The Washington Post reports that support for the war in Afghanistan is beginning to rebound:
The number of Americans who say the war in Afghanistan is worth fighting has increased for the first time since President Obama announced at the end of 2009 that he would boost troop levels, according to a new Washington Post-ABC News poll …
In the Post-ABC News poll conducted last week, 43 percent of Americans say the war is worth fighting, compared with 31 percent in March …
The new Post-ABC News poll found that opposition to the war within the Democratic Party fell from 79 percent in March to 63 percent.
Obama is also enjoying more support for his war policy from independent voters. In March, just over a quarter of independents said the war was worth fighting. That number jumped to 45 percent in the most recent poll.
What changed? First, Obama scored a major counterterrorism success in killing Osama bin Laden. Second, that success led the president to speak publicly about America’s mission in Afghanistan and the broader war on terror—something he has been loath to do during most of his presidency. As I have pointed out, the record shows when the president uses his bully pulpit to explain why the war effort in Afghanistan is essential to national security (as he did in announcing the surge), the public responds and rallies to the cause. But when the president fails to speak out and explain the stakes in Afghanistan, support for the effort in Afghanistan falls.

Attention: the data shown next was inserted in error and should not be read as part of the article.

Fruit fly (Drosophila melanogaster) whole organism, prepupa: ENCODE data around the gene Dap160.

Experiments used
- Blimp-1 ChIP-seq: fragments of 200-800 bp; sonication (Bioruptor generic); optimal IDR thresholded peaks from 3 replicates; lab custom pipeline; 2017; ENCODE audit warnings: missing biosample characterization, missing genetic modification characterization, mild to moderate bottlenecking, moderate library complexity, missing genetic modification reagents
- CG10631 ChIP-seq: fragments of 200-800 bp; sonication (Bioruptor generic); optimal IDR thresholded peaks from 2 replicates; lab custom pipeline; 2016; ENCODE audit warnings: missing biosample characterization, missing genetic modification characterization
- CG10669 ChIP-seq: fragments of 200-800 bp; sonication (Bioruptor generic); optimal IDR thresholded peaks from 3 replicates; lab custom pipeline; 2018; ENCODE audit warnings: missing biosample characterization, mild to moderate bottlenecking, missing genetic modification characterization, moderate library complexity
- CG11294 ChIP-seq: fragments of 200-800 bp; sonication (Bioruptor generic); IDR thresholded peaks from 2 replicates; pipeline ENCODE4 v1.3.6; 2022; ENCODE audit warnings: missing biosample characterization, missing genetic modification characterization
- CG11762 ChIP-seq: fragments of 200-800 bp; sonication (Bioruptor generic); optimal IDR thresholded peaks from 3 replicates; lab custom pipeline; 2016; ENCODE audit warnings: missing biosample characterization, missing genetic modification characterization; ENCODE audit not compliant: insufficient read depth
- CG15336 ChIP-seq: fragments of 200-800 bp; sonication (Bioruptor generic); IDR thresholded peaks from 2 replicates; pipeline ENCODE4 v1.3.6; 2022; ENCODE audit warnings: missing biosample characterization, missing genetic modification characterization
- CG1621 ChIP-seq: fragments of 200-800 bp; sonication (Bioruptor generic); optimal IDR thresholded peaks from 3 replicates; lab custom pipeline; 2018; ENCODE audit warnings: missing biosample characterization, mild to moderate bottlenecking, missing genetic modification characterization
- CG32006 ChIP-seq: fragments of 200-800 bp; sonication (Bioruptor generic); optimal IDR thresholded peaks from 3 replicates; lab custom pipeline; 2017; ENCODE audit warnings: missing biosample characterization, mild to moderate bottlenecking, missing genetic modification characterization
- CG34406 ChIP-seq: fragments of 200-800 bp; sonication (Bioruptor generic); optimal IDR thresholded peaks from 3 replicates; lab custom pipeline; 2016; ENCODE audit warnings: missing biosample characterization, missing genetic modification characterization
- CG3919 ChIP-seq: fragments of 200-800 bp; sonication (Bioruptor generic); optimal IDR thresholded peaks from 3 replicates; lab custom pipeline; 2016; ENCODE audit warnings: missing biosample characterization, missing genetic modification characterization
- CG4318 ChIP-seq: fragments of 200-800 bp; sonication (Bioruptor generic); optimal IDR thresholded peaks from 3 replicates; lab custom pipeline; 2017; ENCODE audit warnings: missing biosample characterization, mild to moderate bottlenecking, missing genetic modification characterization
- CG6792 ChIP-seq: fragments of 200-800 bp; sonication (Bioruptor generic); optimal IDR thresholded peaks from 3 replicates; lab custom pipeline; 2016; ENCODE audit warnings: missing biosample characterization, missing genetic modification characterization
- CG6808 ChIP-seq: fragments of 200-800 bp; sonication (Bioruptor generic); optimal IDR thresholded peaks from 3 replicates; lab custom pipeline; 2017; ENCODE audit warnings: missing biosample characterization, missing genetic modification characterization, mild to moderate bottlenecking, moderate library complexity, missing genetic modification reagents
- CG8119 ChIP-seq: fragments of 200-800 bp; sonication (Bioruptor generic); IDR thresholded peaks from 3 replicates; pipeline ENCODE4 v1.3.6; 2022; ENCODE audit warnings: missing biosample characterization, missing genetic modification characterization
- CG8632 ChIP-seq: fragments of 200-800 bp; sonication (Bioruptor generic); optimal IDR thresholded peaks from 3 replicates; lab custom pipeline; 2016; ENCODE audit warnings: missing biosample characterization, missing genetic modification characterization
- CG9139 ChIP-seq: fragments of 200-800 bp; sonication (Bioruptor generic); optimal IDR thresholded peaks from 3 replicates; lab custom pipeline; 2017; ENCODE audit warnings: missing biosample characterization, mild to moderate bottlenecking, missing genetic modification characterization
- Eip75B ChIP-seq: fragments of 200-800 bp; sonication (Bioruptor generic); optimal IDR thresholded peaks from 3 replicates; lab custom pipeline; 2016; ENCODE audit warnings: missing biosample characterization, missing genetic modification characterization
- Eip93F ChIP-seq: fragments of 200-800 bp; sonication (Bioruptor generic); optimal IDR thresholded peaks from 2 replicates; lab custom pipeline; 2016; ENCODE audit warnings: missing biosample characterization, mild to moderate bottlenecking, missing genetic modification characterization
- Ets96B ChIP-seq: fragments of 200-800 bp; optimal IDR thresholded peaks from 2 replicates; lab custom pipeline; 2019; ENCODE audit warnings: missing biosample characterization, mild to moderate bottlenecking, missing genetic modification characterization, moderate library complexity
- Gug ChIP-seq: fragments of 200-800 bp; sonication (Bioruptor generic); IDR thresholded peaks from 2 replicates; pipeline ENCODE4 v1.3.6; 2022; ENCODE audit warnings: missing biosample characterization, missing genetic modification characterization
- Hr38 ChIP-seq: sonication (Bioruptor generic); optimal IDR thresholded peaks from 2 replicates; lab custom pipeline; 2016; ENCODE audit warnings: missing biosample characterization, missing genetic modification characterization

The question now is what Obama will do in the face of this rising support. The Post reports:
Bin Laden’s death has given new impetus to those within the administration, primarily Obama’s civilian advisers, who favor a more aggressive drawdown than some military officers … Several senior administration officials would like all those [surge] forces withdrawn by the end of the year, allowing Obama to tell his skeptical Democratic base in an election year that he is winding down the war.
As Fred and Kim Kagan write in the Wall Street Journal, this would be a disaster—and would likely mean the war in Afghanistan is lost. With rising public support, and success to report on the ground, Obama finally has the wind at his back again on Afghanistan—and he has a critical choice to make. The president can rally the country behind a policy for success in Afghanistan, or he can give in to those in his party and his administration whose primary goal is withdrawal and retreat. How he decides could well decide the course of the conflict.